Sunday, April 11, 2010

"To Kill a Mockingbird": ☼ ☼

Everybody knows the film version of Harper Lee's "To Kill a Mockingbird," starring Gregory Peck as attorney Atticus Finch (and introducing a young Robert Duval as Boo Radley). The book, dealing with a small Alabama town's racial divide in the year 1935, was published in 1960 and made into a film in 1962. Harper Lee then went into seclusion and wrote little afterwards, except to collaborate some years later with Truman Capote, another child of small town Alabama, on his novel "In Cold Blood."

The book and film were adapted for the stage in 1970 by Christopher Sergel. This version is what we are seeing in Theatreworks' new production, running through May 5 at the Mountain View Center for Performing Arts.

It's not the book and it's not the movie, not by a long shot. There are two stage sets, the principal one being a small village -- a collection of four houses presumably next door to one another in the fictional town of Maycomb, Alabama. From one of these houses, Miss Maudie, played by Nancy Carlin, emerges periodically to narrate. If she's not talking a spiritual is being sung by Calpurnia (Cathleen Riddley), the maid in the Finch house two doors down. It is hard to overstate how annoying this narration and cliche'd singing are. If there were ever a chance for the characters to build their scenes, they are destroyed by these stage devices, wooden direction and possibly by the dated script itself.

Anthony Newfield is a credible Atticus Finch and looks the part in his white suit and graying hair. Rod Gnapp is his delightfully smarmy self as Robert E. Lee Ewell, the baddie of baddies.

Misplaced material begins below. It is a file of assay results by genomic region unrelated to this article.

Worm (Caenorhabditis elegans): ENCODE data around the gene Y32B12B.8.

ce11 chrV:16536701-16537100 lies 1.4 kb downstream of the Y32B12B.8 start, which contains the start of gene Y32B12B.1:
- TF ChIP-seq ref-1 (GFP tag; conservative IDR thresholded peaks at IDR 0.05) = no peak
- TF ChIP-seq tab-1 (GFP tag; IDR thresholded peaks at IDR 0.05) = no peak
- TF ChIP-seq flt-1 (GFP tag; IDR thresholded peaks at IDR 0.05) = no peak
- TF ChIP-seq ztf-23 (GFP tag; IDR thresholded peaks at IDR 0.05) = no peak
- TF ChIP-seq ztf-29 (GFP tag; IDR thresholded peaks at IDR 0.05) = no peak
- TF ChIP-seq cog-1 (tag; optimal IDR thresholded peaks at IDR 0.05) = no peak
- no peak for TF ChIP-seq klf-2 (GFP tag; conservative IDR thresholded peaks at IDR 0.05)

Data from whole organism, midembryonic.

Philipe D. Preston is properly cautious as the doomed Tom Robinson, and the children -- Sierra Stephens as Scout, Eric Colvin as Jem Finch and Gabriel Hoffman as Dill (Dill is supposedly based on a youthful Truman Capote) -- are adequate. Of the three, only Hoffman projects enough volume to be heard very clearly.

The major problem is that for the play to succeed you have to be captivated by Atticus Finch. Anthony Newfield has no choice: he has to be Gregory Peck. There is a fine line between noble, reticent hero and prudish ideologue. Newfield is very good but for any number of reasons, most having to do with the limits of this script, he cannot make us ignore all the holes.


The San Francisco Theater Blog Awards Division awards "To Kill a Mockingbird" Two Stars. There were serious distractions on Opening Night, including a medical emergency, and the actors responded fabulously, barely skipping a beat. Perhaps the show will hit its stride later in the run.

"To Kill a Mockingbird"
Mountain View Center for Performing Arts
500 Castro Street, Mountain View
Through May 9

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